In other news, Butterfly Conservation is delighted with the continued success of a small scale introduction of the heath fritillary butterfly into Hawkcombe Wood following recent coppicing work carried out by the National Park Authority. Volunteers recorded numbers swelling from less than 30 last year to more than 120 this summer, when recorded during a 15 minute walk across the site.
   Heath fritillary caterpillar and butterfly (credit: Jim Asher)
River Barle Crayfish Project - Year 2    
Nicky Green, Nicky Green Associates
This summer up 40 local volunteers have continued trapping and sterilising non-native signal crayfish with the River Barle Crayfish Project, a trial of a new invasive crayfish control technique. To date almost 6,000 signal crayfish have been removed from the 1.5km trial section of river and nearly 1000 large 'dominant' males have been sterilised and returned to the river. Large males dominate breeding activity and suppress the actions of smaller animals. By returning sterilised males to the river they continue to mate but fail to produce offspring, hopefully causing in a drastic reduction in numbers. Average daily catch has declined by a healthy 25% whilst the numbers of males being sterilised has increased by almost 40% since 2015. In addition to the main project, research on trap efficiency was carried out by a local University student and a small group of volunteers has set up a trial where they manage the trapping themselves.
2016 is the second year of a three year project and volunteers are needed to continue the work in 2017. The project is steered a local partnership including Exmoor National Park Authority, Environment Agency, River Exe and Tributaries Association and the River Barle Fishing Club. It has received funding and in-kind support from the Exmoor National Park Partnership Fund, Natural England, Environment Agency, CEFAS and Heritage Lottery Funding through the Heart of Exmoor Scheme.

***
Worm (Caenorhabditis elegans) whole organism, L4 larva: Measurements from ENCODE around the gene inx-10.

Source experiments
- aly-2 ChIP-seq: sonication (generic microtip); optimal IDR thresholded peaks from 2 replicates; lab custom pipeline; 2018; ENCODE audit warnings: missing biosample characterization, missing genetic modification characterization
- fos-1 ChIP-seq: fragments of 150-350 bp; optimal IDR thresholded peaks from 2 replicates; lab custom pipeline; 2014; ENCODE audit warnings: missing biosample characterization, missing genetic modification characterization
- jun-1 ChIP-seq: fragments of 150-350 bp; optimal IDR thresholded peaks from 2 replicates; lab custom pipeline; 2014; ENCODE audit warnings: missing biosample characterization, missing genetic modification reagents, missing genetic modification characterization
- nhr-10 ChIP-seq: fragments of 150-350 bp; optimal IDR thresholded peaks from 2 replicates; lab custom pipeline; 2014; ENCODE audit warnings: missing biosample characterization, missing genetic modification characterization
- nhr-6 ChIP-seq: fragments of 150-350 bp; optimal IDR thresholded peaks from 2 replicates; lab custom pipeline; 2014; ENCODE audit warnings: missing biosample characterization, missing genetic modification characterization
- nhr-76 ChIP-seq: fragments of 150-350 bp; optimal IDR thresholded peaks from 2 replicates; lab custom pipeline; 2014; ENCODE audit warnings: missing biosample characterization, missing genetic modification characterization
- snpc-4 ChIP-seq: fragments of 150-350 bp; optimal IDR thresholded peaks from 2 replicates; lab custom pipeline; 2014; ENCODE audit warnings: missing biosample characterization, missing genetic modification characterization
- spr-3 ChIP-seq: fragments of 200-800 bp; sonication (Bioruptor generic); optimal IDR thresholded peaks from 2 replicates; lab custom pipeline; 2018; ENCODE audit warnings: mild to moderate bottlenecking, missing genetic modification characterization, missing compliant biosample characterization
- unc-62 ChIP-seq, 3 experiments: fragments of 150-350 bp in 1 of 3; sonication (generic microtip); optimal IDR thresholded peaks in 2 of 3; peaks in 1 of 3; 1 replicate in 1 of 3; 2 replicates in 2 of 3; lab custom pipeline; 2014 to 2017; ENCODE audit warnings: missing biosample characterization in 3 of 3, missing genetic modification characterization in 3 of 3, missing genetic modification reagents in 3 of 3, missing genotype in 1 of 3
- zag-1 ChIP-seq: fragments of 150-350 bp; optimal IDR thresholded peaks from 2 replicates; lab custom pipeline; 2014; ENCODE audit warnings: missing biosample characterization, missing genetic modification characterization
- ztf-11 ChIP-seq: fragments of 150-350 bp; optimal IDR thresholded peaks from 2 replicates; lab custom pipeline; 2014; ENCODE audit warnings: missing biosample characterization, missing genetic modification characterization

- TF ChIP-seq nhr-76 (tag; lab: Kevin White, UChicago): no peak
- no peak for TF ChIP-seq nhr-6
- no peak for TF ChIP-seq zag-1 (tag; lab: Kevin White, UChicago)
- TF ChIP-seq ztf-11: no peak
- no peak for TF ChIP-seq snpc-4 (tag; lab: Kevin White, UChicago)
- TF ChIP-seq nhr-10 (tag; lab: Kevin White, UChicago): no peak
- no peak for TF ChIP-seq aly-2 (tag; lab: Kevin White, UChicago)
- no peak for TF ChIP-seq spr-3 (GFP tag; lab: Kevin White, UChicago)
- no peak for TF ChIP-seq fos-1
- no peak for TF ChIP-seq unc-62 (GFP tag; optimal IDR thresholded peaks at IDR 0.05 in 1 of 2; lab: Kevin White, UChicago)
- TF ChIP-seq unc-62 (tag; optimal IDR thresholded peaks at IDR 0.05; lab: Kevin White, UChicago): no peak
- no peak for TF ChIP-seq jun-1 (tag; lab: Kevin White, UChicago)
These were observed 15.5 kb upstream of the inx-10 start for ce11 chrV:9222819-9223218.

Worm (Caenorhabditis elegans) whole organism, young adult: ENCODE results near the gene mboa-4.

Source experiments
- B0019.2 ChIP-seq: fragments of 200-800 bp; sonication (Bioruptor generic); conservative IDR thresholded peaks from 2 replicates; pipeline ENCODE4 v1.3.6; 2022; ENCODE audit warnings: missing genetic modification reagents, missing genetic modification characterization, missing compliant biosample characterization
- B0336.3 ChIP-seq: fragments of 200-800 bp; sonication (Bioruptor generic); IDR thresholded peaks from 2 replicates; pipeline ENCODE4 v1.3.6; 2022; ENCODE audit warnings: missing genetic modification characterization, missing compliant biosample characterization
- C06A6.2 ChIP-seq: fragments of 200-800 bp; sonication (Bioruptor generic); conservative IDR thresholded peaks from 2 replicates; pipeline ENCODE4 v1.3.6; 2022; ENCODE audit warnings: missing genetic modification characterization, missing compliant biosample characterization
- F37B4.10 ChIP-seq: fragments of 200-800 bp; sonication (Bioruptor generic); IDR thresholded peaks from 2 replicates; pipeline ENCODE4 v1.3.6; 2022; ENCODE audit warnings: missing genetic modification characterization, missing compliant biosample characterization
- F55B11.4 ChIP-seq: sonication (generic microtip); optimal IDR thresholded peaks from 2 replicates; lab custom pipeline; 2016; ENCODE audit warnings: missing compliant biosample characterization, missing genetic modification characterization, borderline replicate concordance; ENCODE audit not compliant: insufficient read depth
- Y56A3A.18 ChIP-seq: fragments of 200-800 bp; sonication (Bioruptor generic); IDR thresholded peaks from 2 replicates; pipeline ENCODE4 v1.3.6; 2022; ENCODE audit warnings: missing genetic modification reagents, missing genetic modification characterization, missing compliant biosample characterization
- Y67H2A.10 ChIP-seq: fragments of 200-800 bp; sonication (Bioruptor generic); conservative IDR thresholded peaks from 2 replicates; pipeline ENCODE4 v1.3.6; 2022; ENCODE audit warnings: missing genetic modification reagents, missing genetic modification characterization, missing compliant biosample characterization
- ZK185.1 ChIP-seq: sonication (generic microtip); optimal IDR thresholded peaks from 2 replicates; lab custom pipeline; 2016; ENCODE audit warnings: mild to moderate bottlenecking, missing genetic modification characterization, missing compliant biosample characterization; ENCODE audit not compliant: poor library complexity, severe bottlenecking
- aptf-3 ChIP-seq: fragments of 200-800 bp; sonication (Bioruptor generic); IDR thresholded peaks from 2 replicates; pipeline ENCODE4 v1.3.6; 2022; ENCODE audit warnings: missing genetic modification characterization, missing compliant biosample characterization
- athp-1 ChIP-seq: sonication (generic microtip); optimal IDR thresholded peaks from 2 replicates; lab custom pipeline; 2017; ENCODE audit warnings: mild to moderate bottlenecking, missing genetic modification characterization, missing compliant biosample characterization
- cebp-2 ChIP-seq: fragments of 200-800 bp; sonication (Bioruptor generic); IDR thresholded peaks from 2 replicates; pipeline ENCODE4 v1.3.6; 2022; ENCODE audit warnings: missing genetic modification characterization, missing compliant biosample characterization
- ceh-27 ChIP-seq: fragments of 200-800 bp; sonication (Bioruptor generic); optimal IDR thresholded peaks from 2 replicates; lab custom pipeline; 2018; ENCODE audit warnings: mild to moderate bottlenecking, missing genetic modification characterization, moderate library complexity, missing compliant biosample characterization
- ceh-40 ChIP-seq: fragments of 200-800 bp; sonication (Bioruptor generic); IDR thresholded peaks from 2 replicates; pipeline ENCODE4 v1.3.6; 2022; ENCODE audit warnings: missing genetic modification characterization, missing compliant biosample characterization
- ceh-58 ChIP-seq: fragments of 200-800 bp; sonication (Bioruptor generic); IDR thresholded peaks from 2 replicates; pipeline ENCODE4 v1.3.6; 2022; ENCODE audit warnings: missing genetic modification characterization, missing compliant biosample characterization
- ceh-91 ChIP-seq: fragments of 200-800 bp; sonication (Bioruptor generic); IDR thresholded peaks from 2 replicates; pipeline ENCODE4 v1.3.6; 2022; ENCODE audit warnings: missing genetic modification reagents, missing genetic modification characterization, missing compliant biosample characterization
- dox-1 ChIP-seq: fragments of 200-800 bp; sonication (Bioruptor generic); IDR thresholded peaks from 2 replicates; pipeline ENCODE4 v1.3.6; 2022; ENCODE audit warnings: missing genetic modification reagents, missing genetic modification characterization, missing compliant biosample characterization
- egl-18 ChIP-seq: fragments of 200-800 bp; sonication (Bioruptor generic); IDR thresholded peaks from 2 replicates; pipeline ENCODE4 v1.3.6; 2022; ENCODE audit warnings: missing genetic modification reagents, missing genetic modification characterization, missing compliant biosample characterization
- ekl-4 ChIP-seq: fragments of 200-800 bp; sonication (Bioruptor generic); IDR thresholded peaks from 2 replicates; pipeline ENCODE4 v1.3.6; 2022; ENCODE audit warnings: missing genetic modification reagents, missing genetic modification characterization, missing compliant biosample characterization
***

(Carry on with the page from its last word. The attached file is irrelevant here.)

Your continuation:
Appeal Rescues Knotweed Control Project
Heather Harley, ENPA
For over 10 years the Exmoor Knotweed Control Project has been treating sites across the National Park using a professional, qualified contractor. Each year the Project partners comprising Natural England, Exmoor National Park, National Trust and the Environment Agency have donated money to enable this work to be carried out free of charge for the wider benefit.
There are over 1100 knotweed sites recorded on Exmoor and each site with the landowner's consent is treated through the Project at a cost of approximately £25. Due to the scale of the work this cost is substantially discounted; the same work would cost more than £80 per site if carried out through an individual contract.
With so many sites to treat each year, in these difficult financial times the Project was facing an uncertain future and so this year the Project launched The Exmoor Knotweed Appeal to raise funds to contribute to the cost.
So far the response has been positive, with over £1,870 raised, which has enabled the Project to continue this vital work. The Exmoor Knotweed Control Partnership would like to thank all those who have contributed.

Training Opportunities for Wildlife Volunteers 
April Windle, ENPA